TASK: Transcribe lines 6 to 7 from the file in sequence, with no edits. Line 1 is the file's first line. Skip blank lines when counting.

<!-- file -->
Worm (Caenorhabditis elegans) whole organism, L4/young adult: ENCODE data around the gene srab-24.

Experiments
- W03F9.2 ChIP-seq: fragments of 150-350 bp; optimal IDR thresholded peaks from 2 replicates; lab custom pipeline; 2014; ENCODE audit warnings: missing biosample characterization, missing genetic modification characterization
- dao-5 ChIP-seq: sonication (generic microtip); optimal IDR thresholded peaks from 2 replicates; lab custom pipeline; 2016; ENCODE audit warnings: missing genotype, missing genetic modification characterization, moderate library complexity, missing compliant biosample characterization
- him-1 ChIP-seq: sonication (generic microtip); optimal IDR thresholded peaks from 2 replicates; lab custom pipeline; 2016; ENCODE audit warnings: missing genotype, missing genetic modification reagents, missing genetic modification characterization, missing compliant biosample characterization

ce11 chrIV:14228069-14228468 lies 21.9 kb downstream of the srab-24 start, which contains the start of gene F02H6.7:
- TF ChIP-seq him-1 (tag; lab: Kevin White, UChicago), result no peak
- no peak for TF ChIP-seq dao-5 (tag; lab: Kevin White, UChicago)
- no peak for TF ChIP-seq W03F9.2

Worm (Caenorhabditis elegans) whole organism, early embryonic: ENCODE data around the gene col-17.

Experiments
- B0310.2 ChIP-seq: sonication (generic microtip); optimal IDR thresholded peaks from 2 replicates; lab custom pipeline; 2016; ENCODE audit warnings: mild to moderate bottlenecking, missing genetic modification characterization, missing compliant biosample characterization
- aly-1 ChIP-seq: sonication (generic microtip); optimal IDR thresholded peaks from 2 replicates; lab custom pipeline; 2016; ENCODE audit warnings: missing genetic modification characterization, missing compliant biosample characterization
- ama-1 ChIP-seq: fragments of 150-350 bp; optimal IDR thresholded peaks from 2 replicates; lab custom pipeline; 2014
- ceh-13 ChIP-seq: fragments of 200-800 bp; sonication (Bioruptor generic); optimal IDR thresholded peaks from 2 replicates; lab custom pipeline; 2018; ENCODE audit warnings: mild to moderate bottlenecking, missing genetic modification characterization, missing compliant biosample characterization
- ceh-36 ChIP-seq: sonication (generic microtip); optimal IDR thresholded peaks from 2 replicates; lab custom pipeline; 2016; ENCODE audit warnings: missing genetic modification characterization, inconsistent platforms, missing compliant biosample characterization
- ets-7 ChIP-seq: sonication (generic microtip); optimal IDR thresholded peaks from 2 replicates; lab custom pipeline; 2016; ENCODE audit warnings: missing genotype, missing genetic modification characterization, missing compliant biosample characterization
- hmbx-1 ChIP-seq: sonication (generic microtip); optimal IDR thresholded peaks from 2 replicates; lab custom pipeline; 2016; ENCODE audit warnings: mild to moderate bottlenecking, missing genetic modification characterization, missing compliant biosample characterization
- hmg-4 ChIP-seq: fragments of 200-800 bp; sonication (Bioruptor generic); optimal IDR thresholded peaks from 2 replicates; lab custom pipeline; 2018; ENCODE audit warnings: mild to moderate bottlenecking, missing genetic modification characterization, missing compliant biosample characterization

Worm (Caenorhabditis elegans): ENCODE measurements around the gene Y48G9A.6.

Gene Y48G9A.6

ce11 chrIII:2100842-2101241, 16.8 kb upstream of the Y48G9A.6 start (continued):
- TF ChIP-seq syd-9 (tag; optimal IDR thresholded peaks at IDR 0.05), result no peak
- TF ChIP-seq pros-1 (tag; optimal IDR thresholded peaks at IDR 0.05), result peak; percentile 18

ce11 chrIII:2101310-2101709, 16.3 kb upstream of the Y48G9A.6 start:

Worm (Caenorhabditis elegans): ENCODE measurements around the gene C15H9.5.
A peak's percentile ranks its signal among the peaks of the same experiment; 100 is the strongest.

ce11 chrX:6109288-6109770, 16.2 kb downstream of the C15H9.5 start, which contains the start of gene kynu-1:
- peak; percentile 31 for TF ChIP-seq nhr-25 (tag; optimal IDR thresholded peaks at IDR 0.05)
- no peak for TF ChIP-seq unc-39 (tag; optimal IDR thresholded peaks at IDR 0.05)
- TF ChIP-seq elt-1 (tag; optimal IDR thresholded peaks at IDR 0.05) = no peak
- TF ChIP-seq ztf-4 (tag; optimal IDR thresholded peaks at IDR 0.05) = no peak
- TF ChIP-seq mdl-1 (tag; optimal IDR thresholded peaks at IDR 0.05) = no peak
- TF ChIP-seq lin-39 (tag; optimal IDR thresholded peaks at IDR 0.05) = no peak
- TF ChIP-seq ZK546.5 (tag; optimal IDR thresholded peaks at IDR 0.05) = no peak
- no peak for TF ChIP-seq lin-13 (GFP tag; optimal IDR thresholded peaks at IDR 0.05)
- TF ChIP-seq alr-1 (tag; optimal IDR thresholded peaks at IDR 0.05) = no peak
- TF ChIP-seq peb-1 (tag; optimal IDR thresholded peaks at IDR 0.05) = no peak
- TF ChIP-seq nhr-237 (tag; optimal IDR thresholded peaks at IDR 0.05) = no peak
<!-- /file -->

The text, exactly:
ce11 chrIV:14228069-14228468 lies 21.9 kb downstream of the srab-24 start, which contains the start of gene F02H6.7:
- TF ChIP-seq him-1 (tag; lab: Kevin White, UChicago), result no peak